Apple's iOS 17 update includes a new feature called Link Tracking Protection, which automatically removes user-identifiable tracking parameters from URLs.
Yikes?!?! Actually, maybe not.
Link Tracking Protection will be enabled by default in Apple’s native Mail app, Messages, and Safari's Private Browsing mode.
It works by sorting user-identifiable tracking parameters in link URLs, and then removing them. These parameters are automatically placed into links by Google, Facebook, and some affiliate platforms to track users’ activity across their buying journey. By removing these parameters, Link Tracking Protection makes it more difficult for these companies to track users' online behavior.
This could have a number of implications but here’s the bottom line: it will be marginally harder to identify which links are leading to conversions or which channels contribute to sales, but not impossible.
First things first, the typical UTMs that you append to your links will not be affected by this update. Those UTMs are not unique personal identifiers, but instead aggregate directional information about where the user was before landing on your website.
By “typical UTMs,” we’re talking about source, medium, campaign, etc.
But this is where it gets juicy: iOS 17 will affect Google Analytics ability to track your Google Ads, Meta’s ability to track Facebook Ads, and Facebook’s Conversion API.
Google and Meta are reliant on click IDs (aka “fbclid” and “gclid,”) which are automatically generated and appended with unique identifiers.
Does this mean the sky is falling? Nah.
Most shoppers use Facebook through their native application, which will not be affected by this. Google Search Ads will be impacted, but only if you’re browsing incognito (private mode) in Safari.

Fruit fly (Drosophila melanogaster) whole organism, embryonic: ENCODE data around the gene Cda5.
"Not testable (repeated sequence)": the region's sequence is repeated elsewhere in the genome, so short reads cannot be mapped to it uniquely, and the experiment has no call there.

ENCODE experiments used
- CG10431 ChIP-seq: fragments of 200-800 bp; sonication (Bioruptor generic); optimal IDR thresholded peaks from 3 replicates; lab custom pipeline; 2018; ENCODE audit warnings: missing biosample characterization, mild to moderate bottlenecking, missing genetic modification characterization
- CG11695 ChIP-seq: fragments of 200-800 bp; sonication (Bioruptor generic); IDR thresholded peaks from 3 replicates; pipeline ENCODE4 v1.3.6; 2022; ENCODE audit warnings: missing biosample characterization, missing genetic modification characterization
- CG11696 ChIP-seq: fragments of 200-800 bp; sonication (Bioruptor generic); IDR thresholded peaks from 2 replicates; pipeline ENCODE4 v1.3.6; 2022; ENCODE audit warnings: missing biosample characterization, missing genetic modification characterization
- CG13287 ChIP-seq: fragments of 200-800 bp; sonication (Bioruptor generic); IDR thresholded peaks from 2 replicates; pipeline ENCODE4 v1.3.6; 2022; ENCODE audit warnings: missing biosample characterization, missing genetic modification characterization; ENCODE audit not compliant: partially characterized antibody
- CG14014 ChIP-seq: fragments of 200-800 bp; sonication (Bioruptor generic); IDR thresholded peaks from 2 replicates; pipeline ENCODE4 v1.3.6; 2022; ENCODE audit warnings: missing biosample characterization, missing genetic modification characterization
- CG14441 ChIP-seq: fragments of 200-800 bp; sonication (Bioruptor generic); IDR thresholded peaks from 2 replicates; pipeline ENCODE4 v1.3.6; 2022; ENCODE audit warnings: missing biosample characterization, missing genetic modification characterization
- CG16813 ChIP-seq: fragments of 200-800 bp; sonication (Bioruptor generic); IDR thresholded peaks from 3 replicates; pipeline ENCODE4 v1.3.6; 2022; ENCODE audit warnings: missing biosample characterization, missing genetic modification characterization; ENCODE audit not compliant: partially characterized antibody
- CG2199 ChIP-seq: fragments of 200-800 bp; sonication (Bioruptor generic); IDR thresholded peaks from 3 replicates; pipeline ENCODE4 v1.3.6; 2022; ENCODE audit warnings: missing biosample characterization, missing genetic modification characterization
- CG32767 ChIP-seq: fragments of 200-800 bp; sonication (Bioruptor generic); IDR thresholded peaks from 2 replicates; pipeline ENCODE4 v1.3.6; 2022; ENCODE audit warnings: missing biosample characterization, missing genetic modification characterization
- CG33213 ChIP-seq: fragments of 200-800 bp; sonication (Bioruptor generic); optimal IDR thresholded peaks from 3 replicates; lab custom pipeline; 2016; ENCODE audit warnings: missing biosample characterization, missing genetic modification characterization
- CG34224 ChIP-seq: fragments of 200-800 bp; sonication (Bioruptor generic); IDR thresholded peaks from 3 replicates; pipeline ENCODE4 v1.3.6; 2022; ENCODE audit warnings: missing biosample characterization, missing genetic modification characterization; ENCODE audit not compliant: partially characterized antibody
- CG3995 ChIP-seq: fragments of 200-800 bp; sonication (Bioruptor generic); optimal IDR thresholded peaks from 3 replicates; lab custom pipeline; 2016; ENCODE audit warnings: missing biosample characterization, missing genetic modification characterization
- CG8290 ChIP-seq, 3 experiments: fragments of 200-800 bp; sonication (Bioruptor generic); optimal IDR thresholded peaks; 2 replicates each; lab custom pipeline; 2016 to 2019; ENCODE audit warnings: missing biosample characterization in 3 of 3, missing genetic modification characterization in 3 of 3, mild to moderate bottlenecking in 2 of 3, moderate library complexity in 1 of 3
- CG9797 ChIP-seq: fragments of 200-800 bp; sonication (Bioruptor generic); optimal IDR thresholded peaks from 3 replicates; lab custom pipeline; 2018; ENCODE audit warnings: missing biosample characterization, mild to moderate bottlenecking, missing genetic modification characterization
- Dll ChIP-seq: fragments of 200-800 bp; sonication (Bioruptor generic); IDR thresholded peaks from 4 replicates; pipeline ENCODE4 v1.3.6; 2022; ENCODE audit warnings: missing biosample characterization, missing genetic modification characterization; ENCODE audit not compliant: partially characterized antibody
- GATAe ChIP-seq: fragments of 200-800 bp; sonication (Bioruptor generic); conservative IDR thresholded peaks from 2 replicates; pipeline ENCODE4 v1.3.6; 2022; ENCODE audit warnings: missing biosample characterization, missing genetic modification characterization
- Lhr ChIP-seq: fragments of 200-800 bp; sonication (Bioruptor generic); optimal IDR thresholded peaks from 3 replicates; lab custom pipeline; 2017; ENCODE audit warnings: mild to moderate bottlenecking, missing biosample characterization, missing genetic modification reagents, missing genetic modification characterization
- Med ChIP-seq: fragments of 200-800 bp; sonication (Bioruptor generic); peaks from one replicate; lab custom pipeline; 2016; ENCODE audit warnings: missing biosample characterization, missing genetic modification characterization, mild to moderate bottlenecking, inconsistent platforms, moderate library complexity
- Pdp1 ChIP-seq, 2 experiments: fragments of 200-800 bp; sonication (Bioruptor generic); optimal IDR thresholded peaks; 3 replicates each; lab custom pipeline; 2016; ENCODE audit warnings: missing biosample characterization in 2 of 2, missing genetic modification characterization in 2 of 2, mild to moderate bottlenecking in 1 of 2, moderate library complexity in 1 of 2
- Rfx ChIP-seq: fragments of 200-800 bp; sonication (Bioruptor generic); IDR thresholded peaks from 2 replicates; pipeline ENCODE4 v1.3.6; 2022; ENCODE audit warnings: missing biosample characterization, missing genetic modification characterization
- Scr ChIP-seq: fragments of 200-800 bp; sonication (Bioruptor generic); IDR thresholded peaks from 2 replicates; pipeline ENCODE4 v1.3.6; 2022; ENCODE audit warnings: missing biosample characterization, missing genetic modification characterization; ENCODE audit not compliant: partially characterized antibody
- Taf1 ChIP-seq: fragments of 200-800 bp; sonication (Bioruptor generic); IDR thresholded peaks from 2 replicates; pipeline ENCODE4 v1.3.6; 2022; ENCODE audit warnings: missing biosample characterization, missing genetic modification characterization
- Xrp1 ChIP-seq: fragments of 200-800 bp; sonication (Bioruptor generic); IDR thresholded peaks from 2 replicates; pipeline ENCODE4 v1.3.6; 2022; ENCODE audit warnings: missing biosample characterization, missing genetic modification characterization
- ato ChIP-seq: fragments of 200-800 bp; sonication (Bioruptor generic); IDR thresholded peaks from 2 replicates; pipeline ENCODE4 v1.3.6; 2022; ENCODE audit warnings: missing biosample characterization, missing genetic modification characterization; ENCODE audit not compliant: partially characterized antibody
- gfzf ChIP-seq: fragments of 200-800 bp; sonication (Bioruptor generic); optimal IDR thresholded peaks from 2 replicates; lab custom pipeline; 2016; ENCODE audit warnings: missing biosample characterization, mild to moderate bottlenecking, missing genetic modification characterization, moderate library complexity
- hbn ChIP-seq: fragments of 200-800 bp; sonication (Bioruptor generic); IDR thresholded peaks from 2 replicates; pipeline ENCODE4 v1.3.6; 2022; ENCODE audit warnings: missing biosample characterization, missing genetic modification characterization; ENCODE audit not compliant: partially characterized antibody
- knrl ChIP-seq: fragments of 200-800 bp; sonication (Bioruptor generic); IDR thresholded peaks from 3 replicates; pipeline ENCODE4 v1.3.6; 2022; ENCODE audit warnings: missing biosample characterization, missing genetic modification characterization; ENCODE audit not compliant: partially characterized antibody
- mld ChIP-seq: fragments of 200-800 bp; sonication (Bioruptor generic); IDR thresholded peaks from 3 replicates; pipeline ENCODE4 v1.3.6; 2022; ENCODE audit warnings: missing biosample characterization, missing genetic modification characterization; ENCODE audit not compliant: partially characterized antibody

Remember, this update is going to affect users who are browsing in private-mode in Safari, Apple’s native Mail app, and Messages. That means the following menagerie of online shopping features will not be affected by iOS 17:
It is worth noting that we’re not aware of click IDs from Klaviyo or TikTok being stripped by Apple, but it is possible that this will happen in the future.
‘Cause they’re just like us.When we did some recon on their marketing tactics, we saw that our dear friends at Apple are also using UTMs. Here's a landing page reached from an Apple ad:
And here's the link, in all its appended glory:
We predict that it’s just a matter of time until Apple will eventually remove all UTMs, and we’ll all be forced to adapt. Luckily, we’ve got some time to solve that problem. In the meantime, if you’re reliant on Google Analytics and Facebook to report on your performance, it’s time to start looking for a better attribution solution.
The short version: This update will not impact Triple Whale’s attribution.
Triple Whale already uses alternative methods to track user activity without auto-appending unique identifiers to links. Your Triple Whale UTMs will not be affected either. We're keeping our eyes out for any changes, and continuously looking for ways to solve for any potential future issues to protect our customers and their businesses.
We’ll be back with updates to this post as we learn more information! Apple will be releasing iOS 17 in Beta starting in July, and we’ll have our ear to the ground until the full launch in September.
Have more questions? Book a demo to learn more about how our attribution will withstand upcoming iOS 17 changes.
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